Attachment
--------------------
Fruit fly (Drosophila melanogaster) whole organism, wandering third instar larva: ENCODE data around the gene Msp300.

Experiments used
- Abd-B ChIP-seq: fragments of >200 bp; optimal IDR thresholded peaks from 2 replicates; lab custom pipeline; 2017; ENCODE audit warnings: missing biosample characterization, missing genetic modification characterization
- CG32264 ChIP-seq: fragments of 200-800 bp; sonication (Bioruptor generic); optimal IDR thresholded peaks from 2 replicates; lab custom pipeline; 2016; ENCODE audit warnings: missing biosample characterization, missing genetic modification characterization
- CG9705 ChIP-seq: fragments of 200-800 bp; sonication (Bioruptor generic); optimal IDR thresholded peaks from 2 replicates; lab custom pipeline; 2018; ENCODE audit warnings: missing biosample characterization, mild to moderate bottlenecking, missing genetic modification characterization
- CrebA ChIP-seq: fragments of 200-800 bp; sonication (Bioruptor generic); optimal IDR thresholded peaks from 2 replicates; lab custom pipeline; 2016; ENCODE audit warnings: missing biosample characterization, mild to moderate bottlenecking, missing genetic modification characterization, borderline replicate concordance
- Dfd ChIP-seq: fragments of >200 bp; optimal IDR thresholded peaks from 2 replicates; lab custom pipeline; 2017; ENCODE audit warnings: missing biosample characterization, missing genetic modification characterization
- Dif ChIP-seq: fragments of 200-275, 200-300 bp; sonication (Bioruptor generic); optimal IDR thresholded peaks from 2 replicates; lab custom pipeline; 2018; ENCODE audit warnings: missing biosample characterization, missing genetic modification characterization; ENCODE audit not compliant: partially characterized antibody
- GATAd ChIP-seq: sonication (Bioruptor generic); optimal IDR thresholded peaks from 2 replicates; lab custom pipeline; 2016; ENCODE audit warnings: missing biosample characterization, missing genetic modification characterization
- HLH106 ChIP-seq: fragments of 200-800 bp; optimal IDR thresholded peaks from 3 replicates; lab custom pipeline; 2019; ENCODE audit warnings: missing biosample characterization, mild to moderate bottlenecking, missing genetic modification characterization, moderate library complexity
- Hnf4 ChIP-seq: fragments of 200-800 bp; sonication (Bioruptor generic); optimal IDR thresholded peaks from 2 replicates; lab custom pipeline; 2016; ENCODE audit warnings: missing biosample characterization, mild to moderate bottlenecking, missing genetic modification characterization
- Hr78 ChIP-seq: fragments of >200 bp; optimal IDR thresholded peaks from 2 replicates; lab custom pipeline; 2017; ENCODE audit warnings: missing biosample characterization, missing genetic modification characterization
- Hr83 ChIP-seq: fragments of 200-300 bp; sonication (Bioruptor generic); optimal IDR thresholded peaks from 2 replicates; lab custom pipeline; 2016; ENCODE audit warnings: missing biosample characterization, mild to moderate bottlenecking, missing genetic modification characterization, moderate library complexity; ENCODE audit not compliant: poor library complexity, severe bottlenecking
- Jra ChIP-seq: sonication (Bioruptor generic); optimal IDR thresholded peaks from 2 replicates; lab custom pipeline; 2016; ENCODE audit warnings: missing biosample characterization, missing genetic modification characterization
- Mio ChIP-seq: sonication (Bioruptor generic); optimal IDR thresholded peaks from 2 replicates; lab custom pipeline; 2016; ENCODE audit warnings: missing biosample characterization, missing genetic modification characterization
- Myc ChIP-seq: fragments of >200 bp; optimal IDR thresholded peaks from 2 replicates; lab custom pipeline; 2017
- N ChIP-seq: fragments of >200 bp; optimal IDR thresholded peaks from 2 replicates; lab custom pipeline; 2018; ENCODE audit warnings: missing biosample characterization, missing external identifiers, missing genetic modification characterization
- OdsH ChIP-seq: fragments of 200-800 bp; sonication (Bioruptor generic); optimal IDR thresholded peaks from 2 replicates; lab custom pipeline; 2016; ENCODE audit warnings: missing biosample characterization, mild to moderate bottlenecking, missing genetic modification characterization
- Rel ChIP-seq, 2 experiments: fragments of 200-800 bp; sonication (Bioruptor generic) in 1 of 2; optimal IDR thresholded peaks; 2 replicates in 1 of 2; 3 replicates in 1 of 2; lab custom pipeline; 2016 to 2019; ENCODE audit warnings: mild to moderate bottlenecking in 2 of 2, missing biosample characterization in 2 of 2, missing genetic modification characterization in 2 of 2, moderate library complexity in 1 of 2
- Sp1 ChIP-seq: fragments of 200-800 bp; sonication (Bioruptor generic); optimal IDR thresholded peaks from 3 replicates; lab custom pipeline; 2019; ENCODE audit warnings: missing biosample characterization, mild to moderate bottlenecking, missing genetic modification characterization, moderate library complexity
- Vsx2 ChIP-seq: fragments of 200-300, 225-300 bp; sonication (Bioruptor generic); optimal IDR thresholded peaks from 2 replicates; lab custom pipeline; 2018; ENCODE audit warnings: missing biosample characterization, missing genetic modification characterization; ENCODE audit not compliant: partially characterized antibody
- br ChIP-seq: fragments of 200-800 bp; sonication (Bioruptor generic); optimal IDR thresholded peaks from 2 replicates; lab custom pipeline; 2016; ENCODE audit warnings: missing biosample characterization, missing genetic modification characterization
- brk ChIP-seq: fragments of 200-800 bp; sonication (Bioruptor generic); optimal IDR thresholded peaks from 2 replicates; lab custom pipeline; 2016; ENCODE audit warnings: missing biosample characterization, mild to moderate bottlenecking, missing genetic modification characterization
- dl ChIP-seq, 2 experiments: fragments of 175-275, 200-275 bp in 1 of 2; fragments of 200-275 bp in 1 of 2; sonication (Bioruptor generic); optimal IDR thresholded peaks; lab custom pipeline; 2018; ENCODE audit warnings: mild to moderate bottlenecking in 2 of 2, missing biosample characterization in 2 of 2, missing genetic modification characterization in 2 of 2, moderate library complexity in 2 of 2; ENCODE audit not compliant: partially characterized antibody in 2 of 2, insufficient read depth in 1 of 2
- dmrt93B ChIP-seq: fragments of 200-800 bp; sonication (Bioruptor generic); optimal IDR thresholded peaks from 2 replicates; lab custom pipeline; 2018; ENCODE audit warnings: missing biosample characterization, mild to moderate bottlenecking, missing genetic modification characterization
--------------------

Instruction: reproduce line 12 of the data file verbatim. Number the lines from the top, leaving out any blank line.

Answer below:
- Hr78 ChIP-seq: fragments of >200 bp; optimal IDR thresholded peaks from 2 replicates; lab custom pipeline; 2017; ENCODE audit warnings: missing biosample characterization, missing genetic modification characterization